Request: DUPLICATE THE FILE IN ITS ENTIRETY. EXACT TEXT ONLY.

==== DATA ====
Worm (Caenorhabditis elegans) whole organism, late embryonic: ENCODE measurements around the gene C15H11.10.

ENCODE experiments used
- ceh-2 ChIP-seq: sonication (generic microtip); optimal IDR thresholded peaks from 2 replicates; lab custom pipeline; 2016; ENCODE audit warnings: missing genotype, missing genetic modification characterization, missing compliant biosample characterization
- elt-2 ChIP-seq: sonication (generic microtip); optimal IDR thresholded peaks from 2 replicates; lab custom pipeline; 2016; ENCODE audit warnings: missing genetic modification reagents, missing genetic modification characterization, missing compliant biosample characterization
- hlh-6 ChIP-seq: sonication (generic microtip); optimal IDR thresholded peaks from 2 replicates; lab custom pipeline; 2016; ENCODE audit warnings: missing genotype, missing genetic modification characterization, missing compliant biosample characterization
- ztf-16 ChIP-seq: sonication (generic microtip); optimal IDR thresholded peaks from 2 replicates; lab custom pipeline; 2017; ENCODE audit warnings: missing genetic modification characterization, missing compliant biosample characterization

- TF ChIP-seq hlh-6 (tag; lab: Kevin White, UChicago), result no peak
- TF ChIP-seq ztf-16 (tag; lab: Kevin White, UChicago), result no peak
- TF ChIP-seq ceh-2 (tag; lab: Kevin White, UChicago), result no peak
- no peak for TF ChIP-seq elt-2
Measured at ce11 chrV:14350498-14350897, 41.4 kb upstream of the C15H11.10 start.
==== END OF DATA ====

Worm (Caenorhabditis elegans) whole organism, late embryonic: ENCODE measurements around the gene C15H11.10.

ENCODE experiments used
- ceh-2 ChIP-seq: sonication (generic microtip); optimal IDR thresholded peaks from 2 replicates; lab custom pipeline; 2016; ENCODE audit warnings: missing genotype, missing genetic modification characterization, missing compliant biosample characterization
- elt-2 ChIP-seq: sonication (generic microtip); optimal IDR thresholded peaks from 2 replicates; lab custom pipeline; 2016; ENCODE audit warnings: missing genetic modification reagents, missing genetic modification characterization, missing compliant biosample characterization
- hlh-6 ChIP-seq: sonication (generic microtip); optimal IDR thresholded peaks from 2 replicates; lab custom pipeline; 2016; ENCODE audit warnings: missing genotype, missing genetic modification characterization, missing compliant biosample characterization
- ztf-16 ChIP-seq: sonication (generic microtip); optimal IDR thresholded peaks from 2 replicates; lab custom pipeline; 2017; ENCODE audit warnings: missing genetic modification characterization, missing compliant biosample characterization

- TF ChIP-seq hlh-6 (tag; lab: Kevin White, UChicago), result no peak
- TF ChIP-seq ztf-16 (tag; lab: Kevin White, UChicago), result no peak
- TF ChIP-seq ceh-2 (tag; lab: Kevin White, UChicago), result no peak
- no peak for TF ChIP-seq elt-2
Measured at ce11 chrV:14350498-14350897, 41.4 kb upstream of the C15H11.10 start.